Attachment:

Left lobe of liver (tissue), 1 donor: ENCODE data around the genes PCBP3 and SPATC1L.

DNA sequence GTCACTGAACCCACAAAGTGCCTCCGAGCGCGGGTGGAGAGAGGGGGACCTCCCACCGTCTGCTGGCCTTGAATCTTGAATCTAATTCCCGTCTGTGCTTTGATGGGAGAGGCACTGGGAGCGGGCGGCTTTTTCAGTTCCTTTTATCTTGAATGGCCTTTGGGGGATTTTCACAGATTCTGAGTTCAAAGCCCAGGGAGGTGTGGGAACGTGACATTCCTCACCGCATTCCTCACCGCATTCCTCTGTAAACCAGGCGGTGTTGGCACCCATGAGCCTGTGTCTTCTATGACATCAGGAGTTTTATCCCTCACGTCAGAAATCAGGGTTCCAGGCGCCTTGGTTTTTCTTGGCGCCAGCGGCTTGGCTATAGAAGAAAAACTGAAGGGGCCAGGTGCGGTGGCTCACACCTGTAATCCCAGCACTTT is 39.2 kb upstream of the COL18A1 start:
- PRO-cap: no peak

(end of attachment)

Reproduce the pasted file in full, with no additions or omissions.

Left lobe of liver (tissue), 1 donor: ENCODE data around the genes PCBP3 and SPATC1L.

DNA sequence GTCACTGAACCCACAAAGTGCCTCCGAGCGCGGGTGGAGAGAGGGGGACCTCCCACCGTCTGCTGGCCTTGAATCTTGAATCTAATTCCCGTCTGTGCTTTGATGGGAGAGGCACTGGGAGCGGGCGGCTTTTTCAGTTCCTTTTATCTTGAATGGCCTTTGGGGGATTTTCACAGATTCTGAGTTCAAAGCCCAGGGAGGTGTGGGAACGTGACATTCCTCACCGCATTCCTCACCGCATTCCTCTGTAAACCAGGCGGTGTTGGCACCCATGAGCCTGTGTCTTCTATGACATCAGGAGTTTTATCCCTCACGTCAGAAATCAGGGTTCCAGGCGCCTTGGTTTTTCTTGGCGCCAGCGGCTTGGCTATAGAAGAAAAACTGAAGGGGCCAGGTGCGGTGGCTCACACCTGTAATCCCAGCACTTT is 39.2 kb upstream of the COL18A1 start:
- PRO-cap: no peak